State of javac support for lworld-values.
john.r.rose at oracle.com
Tue Mar 27 00:13:03 UTC 2018
On Mar 26, 2018, at 3:42 AM, Srikanth <srikanth.adayapalam at oracle.com> wrote:
> On Monday 26 March 2018 04:00 PM, Srikanth wrote:
>> Does a lenient mode at the eventual release for ease of migration purposes amounts to foregoing the opportunity to slap on the wrists but the lead the application programmer down the path to blowing their entire foot (with a runtime error) ?
>> (Has the VM considered not NPEing for a null reference assignment to a flattenable field/value array cell, instead coalescing into the default value ? Does that make sense ? Afterall, anewarray comes up with default values)
I don't think the VM should ever allow a type T to be defined as a value type
and then allow a heap variable of exact type T to be nulled. To allow that
would be to constrain all future implementations of value types, to ease
a few transient use cases. Or, if not, it would constraint all future
implementations to recognize three (not two) kinds of classes: Objects,
values, and object-like-values. That's not a type system I want to see
in the JVM or the language.
(…Where heap variable := static field | instance field | array element, and
where exact type T means not a type such as Object or an interface
even if that is a valid super of some value type T. Non-heap variables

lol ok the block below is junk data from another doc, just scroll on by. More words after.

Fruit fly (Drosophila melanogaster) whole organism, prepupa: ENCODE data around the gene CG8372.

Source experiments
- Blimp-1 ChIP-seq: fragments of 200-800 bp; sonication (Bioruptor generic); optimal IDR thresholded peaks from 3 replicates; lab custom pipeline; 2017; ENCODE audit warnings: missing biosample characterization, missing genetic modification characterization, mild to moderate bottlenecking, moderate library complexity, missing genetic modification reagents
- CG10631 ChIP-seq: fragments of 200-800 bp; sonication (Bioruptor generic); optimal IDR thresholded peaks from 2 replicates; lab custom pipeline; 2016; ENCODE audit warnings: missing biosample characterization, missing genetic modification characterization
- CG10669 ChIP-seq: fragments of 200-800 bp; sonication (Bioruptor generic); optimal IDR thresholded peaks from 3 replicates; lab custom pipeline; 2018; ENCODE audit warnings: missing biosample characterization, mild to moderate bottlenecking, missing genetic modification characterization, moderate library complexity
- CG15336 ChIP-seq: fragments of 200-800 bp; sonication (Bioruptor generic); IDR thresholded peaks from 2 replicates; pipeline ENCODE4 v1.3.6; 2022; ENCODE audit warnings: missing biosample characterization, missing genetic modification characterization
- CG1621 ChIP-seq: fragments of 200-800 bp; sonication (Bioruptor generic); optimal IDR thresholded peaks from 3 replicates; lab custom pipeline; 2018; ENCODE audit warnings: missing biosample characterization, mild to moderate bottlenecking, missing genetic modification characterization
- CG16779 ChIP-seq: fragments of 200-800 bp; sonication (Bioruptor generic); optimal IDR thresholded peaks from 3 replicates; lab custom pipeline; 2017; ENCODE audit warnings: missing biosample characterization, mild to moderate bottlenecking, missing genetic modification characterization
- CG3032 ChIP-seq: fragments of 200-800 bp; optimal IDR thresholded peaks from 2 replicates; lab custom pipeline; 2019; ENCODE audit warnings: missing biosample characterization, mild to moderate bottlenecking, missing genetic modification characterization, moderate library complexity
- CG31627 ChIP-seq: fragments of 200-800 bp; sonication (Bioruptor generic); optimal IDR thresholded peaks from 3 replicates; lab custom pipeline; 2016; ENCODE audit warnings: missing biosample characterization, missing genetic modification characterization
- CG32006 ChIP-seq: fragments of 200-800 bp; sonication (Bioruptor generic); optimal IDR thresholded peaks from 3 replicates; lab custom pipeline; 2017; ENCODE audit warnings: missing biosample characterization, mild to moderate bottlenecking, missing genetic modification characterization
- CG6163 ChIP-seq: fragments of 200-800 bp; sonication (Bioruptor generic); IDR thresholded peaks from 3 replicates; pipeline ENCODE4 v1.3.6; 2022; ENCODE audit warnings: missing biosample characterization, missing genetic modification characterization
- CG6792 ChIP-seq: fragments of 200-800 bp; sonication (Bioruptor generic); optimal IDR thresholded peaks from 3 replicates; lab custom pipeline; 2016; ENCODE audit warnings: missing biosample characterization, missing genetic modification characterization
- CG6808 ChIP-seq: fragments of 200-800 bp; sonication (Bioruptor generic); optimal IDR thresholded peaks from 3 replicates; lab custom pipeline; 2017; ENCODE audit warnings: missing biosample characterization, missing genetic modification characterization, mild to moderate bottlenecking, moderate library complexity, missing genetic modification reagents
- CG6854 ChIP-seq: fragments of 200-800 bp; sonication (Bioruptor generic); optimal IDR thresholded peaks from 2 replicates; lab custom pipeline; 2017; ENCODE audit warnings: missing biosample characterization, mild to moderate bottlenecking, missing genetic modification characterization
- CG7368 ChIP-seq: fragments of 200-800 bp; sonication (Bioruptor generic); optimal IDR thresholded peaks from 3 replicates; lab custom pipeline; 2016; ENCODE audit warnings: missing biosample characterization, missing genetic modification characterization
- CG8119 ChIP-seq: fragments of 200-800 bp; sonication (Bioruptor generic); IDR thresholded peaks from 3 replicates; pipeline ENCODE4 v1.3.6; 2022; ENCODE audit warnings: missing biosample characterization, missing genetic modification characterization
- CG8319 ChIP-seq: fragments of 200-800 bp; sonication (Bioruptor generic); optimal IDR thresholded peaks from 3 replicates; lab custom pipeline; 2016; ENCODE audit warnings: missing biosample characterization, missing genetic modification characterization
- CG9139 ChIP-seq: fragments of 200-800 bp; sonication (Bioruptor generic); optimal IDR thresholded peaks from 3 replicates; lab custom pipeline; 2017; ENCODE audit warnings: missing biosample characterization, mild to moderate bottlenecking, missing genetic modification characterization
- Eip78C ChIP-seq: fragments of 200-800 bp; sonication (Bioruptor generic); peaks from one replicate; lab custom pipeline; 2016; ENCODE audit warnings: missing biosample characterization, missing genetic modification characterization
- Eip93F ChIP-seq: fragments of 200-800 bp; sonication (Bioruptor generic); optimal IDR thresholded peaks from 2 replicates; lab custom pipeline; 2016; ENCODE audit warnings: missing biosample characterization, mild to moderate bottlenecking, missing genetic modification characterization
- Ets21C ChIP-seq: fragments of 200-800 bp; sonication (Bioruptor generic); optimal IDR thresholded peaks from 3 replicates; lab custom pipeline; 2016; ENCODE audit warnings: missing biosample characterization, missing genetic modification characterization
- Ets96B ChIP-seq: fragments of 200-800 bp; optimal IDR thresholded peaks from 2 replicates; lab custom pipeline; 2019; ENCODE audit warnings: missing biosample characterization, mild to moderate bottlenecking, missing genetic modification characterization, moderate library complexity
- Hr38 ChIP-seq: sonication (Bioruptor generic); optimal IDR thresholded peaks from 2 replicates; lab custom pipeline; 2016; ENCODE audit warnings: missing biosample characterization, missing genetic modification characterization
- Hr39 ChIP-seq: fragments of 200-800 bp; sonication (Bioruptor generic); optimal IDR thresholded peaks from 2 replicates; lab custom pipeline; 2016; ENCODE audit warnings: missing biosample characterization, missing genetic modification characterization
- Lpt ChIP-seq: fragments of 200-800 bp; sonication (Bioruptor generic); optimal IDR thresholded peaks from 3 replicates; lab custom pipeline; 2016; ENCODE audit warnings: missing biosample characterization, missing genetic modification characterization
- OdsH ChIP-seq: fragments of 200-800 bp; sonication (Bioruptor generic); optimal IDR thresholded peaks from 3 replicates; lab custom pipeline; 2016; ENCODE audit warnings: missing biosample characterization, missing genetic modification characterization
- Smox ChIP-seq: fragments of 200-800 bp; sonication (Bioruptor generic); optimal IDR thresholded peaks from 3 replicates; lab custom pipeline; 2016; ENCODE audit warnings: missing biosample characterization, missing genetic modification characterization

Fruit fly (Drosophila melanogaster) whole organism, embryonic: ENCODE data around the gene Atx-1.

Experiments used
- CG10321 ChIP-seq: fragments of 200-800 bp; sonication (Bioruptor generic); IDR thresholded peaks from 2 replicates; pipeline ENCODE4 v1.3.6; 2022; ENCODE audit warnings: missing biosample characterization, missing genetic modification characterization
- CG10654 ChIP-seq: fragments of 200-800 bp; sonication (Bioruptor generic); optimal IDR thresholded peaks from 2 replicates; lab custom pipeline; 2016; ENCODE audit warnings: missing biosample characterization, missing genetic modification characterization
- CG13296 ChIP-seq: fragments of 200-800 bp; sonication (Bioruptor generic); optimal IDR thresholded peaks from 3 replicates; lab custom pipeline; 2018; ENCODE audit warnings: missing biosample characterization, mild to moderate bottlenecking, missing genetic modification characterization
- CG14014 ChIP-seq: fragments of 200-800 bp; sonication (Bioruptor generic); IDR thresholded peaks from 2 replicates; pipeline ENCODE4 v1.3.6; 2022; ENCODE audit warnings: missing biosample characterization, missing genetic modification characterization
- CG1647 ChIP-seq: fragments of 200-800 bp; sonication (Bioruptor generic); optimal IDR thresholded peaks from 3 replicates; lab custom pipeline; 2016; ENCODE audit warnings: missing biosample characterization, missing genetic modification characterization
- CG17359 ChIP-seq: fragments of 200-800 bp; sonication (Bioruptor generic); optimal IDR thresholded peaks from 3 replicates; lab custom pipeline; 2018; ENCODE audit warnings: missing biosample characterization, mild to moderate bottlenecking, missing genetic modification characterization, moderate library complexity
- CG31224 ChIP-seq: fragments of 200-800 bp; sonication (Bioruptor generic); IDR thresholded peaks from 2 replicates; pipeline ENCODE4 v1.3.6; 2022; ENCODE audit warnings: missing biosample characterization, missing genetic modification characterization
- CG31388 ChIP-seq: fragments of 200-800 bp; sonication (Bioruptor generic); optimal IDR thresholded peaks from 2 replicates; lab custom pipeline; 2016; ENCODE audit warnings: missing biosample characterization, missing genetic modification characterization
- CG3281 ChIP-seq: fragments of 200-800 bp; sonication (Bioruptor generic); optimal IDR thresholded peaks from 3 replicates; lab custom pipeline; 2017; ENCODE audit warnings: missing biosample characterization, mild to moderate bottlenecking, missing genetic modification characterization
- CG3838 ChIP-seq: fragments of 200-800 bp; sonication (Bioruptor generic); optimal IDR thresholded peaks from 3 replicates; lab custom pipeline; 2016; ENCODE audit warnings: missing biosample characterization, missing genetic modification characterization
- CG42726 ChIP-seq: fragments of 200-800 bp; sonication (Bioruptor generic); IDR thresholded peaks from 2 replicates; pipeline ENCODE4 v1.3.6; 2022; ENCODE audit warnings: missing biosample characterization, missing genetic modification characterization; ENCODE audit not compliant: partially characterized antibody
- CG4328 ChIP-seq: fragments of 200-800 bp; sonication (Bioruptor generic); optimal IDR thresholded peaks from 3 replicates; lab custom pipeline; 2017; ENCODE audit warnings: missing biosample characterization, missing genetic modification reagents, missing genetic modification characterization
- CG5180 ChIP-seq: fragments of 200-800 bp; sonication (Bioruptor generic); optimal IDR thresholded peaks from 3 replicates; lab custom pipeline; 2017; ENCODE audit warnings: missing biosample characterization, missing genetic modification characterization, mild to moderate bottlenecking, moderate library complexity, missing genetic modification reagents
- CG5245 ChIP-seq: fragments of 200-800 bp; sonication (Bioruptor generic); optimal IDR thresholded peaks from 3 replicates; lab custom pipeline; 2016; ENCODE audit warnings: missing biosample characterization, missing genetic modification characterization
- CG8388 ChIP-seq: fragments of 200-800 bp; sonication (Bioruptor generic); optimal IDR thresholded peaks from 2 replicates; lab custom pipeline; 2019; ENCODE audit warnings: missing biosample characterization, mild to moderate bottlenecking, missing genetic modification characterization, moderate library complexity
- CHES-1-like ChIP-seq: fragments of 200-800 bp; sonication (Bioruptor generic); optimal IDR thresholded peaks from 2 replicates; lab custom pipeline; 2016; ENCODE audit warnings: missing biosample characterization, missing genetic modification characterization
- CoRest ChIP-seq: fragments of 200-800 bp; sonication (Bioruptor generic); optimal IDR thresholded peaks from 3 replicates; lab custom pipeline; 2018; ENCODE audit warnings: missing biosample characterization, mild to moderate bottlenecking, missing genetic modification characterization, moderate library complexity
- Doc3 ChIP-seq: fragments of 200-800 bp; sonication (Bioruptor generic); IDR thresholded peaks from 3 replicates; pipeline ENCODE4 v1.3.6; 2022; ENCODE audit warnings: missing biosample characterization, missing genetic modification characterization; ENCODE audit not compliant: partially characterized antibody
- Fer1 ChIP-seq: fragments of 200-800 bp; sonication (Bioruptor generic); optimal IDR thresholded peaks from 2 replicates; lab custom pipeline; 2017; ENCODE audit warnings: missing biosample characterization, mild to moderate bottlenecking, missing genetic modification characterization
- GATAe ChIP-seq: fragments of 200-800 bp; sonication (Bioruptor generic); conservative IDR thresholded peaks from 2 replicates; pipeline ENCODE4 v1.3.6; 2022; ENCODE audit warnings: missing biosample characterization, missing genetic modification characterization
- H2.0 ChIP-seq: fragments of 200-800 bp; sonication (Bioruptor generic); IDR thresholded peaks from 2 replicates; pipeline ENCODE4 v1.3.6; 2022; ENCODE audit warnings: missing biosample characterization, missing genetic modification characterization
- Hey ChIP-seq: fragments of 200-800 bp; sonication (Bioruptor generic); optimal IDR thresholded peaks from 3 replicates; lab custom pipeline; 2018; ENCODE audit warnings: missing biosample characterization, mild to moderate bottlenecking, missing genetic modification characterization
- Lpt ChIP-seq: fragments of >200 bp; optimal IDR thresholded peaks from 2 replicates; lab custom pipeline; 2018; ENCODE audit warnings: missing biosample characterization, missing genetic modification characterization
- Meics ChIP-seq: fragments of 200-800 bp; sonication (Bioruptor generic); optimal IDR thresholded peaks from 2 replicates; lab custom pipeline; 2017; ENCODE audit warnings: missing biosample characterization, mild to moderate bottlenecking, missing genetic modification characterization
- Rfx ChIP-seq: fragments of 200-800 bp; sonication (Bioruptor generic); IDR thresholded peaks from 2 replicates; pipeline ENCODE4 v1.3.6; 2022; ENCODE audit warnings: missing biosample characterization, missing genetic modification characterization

have different design trade-offs, because their types are tracked
differently from heap variables, in the JVM.)
> If the VM were to be "forgiving" of null stores into value array cells or flattenable value field per above or any other scheme, then a lenient mode in javac would make immediate sense I think.
I'm pretty sure the VM won't forgive such things, at least not in
the long run.
As far as javac is concerned, until a type has made the leap into the
value-type world, it is a reference type, and can pull all the crazy tricks
that are permitted to references, even when they are in poor taste.
Adding in new hard restrictions on a half-way point seems (IMO) to
create a new entity in the Java type system, neither value nor
reference, but something in between. I think we'd regret that.
Soft restrictions will let us avoid such a hard commitment.
The appropriate escape hatch is annotations, which are not allowed
to change semantics (generally speaking) but are allowed to gate
lint-like behavior. Karen's idea to mark VBC's is a good one, but it
must be interpreted with one eye on existing reference semantics,
which means that warnings (not errors) are the appropriate severity,
akin to the raw-type and unchecked warnings on today's generics.
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